Find a location for the business that is convenient for customers, appropriate in size and configuration, and zoned so as to allow your type of business. When you have settled on the product or service you will sell, calculate the inventory you should create and maintain and locate reliable suppliers.

Finally, if you go to all the trouble and expense involved in creating a small business, don’t forget to think about protecting against losing the business from such threats as fire, theft, robbery, vandalism, and liability for an accident. This means taking measures to provide security, but also arranging for the appropriate types and levels of insurance.

There are several excellent local resources to assist you with starting a business, the Small Business Development Center at Sam Houston State University, your local banker, financial advisor, CPA, the Chamber of Commerce, insurance agent and an attorney who is well versed in the formation of business entities.

Sam A. Moak is an attorney with the Huntsville law firm of Moak & Moak, P.C. He is licensed to practice in all fields of law by the Supreme Court of Texas, is a Member of the State Bar College, and is a member of the Real Estate, Probate and Trust Law Section of the State Bar of Texas.

www.moakandmoak.com

Read More

HOW TO AVOID A CONTESTED PROBATE

Posted by on Feb 21, 2014 in Elder Care Law, Estate Planning | 0 comments

Pics for column

“THE LEGAL CORNER”

By Sam A. Moak

How to Avoid a Contested Probate

The information in this column is not intended as legal advice but to provide a general understanding of the law. Any readers with a legal problem, including those whose questions are addressed here, should consult an attorney for advice on their particular circumstances.

I, like many elder law attorneys, spend a large part of my practice engaged in preventive law. Preventive law is a law practice that seeks to anticipate and prevent legal problems and litigation. It is an approach found in several other areas of law besides elder law and estate planning. Many of us who practice elder law already use counseling techniques and many of the documents we prepare with the goal of avoiding litigation (such as an expensive trip to probate court or other legal or financial harm that might have been avoided with appropriate planning).

The conduct of an attorney would of course vary with the situation and depend on the unique circumstances of the case or conflict. With that said, there are some behaviors that would distinguish the peacemaking mindset, and which would be designed to obtain win-win outcomes. These include a willingness to (1) agree to stipulations as to facts and the admission of evidence along with other requests to hasten the proceeding; (2) accommodate requests from opposing party or counsel for schedule changes due to illness, family, or work responsibilities; and (3) avoid the “gotcha” strategy when a mistake is made by an opposing party or counsel; and (4) abstain from negative personal or otherwise disparaging comments. This list is not meant to be exclusive or exhaustive – the bottom line for all these “indicia” of the avoiding conflict mindset is that the attorney acting as a peacemaker is an erstwhile advocate for family or intergenerational healing and that this restorative approach can be consistent with the interests of the client.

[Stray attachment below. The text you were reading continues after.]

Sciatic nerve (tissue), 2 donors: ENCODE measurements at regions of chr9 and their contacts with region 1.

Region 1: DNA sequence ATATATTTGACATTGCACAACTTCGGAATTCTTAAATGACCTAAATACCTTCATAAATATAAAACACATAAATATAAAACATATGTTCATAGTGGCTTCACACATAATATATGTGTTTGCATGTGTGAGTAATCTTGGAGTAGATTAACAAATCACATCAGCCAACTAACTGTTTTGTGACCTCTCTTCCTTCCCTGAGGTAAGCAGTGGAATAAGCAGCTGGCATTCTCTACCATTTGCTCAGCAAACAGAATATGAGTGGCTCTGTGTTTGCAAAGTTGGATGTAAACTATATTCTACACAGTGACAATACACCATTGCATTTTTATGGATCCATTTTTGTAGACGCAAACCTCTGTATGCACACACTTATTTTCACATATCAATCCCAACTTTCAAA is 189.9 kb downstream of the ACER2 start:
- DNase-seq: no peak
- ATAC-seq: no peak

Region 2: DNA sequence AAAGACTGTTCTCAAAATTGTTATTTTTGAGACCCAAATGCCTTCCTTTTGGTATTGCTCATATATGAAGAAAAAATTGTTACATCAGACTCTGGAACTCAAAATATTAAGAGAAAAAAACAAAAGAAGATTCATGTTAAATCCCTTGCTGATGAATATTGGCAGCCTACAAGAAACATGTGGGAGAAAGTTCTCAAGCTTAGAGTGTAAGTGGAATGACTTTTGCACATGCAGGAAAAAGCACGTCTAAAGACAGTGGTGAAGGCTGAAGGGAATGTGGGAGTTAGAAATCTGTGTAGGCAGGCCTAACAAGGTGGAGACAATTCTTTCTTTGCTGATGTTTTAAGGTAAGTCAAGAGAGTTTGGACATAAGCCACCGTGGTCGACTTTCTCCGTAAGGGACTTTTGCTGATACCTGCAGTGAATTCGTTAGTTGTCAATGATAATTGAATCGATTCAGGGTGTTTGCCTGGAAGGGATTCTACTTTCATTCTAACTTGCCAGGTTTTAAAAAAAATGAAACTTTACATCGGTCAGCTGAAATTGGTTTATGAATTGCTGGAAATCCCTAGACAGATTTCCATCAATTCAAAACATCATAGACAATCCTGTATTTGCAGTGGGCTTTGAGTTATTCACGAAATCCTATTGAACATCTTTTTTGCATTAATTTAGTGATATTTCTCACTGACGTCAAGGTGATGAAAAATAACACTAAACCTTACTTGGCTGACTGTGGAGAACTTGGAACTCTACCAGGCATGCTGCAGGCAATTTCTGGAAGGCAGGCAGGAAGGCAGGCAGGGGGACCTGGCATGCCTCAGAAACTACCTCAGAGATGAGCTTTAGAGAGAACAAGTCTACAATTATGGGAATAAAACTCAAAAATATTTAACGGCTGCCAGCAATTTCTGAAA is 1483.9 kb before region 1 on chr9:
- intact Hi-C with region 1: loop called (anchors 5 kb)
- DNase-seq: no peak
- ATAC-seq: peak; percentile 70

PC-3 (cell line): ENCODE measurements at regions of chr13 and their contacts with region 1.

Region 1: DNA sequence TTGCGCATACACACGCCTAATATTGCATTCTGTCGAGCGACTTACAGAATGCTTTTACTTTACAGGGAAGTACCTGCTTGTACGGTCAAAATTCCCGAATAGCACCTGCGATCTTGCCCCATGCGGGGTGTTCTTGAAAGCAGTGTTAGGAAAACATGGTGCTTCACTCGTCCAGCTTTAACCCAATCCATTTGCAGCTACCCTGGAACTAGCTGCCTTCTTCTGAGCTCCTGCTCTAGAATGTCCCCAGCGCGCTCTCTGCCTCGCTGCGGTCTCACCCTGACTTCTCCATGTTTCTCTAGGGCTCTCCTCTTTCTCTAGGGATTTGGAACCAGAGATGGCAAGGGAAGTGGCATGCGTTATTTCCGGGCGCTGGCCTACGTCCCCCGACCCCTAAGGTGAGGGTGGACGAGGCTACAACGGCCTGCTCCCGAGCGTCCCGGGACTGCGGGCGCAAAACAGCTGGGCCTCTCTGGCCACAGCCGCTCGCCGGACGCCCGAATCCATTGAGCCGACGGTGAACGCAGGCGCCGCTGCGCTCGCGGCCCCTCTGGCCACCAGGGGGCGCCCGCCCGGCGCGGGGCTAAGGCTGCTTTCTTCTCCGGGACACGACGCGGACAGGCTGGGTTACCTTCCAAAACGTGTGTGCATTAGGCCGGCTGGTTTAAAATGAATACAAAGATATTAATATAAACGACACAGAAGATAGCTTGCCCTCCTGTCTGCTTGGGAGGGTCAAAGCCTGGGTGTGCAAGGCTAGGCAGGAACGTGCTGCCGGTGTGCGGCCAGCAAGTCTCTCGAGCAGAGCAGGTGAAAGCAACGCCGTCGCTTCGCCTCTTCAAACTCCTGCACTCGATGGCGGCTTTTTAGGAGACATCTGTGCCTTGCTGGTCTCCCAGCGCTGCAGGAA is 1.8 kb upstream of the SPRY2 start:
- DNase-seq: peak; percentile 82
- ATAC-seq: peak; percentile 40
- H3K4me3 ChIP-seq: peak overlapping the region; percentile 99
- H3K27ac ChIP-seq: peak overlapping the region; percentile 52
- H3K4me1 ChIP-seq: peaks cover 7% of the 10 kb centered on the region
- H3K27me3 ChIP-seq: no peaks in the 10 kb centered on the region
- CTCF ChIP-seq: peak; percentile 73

When elder law attorneys act as probate peacemakers or as elder/probate mediators, they bring their substantive knowledge of and familiarity with these preventive steps and techniques. This combination of substantive experience and the preventive approach to a problem or set of problems combine in a way that can help predict how a client and members of a family or another interested group might behave in the future. That can mean that an attorney serving as a peacemaker or as counsel to a disputing party can help ensure that the client has the benefit of strategic advice before future problems or troubles appear on the horizon. To the extent that a dispute is not definitively resolved by some process, or if related issues crop up, a peacemaker can be enlisted to draft an agreement that can guide the parties toward productive management of anticipated future disputes.

 If it is your desire that your final wishes be carried out without conflict or litigation, then you should seek the assistance of an attorney experienced in Probate, Estate Planning and Elder Law matters. He or she can guide you with regard to decisions and language that will make the transfer of your assets a peaceful experience instead of a stressful one.

If you have a question regarding Elder Law, Estate Planning, Living Trusts or Probate in the Huntsville area, please contact us at 936-295-6394 or visit our website. Call today and we will connect you with an experienced Elder Law and Probate Attorney. We can schedule you a face to face appointment to discuss your circumstances. If you have questions or are considering any aspect of your estate plan, probate, your health care directives, etc. we can help! Call us now at 936-295-6394 . We look forward to hearing from you and assisting you with any and all elder law and estate planning needs.

 Sam A. Moak is an attorney with the Huntsville law firm of Moak & Moak, P.C. He is licensed to practice in all fields of law by the Supreme Court of Texas, is a Member of the State Bar College, and is a member of the Real Estate, Probate and Trust Law Section of the State Bar of Texas.

www.moakandmoak.com

Read More